Rogers acknowledged that this didn’t mean the data was totally inaccessible. “If you were a developer, you could go into the code and look for the table ID and go in and get the information, but it seems to me that’s as much effort as a FOIA request.”
Though the code on the Journal News site suggests that they had the technical expertise to do so, the paper declined to put similar restrictions on their data or map views. For at least a week following publication, the data remained downloadable from the underlying Fusion Table.
Rogers was circumspect in his assessment of the Journal News piece. “It’s exciting,” he empathized. “It’s a big dataset. But now it’s been three weeks since they’ve published, and it could have been this really beautiful, detailed thing. The map would have been more interesting to me if they had overlaid income or unemployment or whether people have lots of kids. To me, those are more interesting questions.” As Rogers knows from experience, the technology is a barrier only if one lets it be.
Practicing journalism requires constant value judgments: what stories to pursue, what sources to use, what — and how — to publish. The choice that faced the Journal News was not simply whether to map gun permit holders’ addresses, but how. The Guardian’s map illustrates that showing judgment in that task is feasible; the Journal News map, that it is necessary. Data and technology do not have independent agency; they embody the agendas of their designers and creators. If, as journalists, consumers, and citizens, we fail to use these products in a way that meets our own objectives, then our work will almost surely end up serving someone else’s.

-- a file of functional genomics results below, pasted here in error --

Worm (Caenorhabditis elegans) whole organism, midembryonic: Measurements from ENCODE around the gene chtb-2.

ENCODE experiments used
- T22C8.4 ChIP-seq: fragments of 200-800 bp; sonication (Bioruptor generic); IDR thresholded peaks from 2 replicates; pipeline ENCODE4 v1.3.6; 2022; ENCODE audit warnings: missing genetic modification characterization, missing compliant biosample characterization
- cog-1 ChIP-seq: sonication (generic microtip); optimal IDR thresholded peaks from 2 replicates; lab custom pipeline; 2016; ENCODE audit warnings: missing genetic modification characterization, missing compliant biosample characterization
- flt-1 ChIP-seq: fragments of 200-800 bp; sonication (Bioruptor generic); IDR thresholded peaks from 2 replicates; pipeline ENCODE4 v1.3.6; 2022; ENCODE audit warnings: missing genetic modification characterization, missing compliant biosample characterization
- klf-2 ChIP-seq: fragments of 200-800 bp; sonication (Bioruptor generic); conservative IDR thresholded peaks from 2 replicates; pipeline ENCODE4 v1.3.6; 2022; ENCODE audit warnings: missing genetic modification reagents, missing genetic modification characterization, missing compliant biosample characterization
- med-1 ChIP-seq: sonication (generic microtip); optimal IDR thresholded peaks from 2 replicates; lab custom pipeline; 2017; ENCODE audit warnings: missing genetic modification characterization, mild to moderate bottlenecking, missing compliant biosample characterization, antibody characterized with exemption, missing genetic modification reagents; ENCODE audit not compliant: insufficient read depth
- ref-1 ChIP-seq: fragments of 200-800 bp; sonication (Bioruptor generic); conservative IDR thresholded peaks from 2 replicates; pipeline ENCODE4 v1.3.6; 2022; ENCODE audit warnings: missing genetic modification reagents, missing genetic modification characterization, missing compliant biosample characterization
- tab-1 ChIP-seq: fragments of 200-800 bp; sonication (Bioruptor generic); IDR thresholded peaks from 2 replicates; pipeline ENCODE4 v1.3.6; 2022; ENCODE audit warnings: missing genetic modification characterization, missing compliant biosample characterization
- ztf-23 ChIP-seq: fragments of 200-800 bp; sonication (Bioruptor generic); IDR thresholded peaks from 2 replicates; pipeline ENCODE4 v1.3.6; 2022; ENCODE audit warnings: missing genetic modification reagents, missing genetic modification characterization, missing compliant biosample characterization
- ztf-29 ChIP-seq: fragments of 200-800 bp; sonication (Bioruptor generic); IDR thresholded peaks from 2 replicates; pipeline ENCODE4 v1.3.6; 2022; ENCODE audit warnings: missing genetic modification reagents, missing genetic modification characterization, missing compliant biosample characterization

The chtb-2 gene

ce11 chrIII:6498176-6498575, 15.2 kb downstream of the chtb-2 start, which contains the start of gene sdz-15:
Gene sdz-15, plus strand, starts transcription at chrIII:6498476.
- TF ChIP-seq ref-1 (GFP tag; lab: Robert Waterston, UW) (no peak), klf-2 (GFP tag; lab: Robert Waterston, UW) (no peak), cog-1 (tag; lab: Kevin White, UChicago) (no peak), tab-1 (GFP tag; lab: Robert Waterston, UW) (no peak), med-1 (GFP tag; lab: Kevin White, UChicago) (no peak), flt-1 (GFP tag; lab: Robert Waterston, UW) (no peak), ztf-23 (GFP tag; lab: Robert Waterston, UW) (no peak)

UPDATE, January 22: A few days after this piece ran, the Journal News made some changes to its gun permit map, including removing the underlying data as well as limiting zoom and removing satellite view.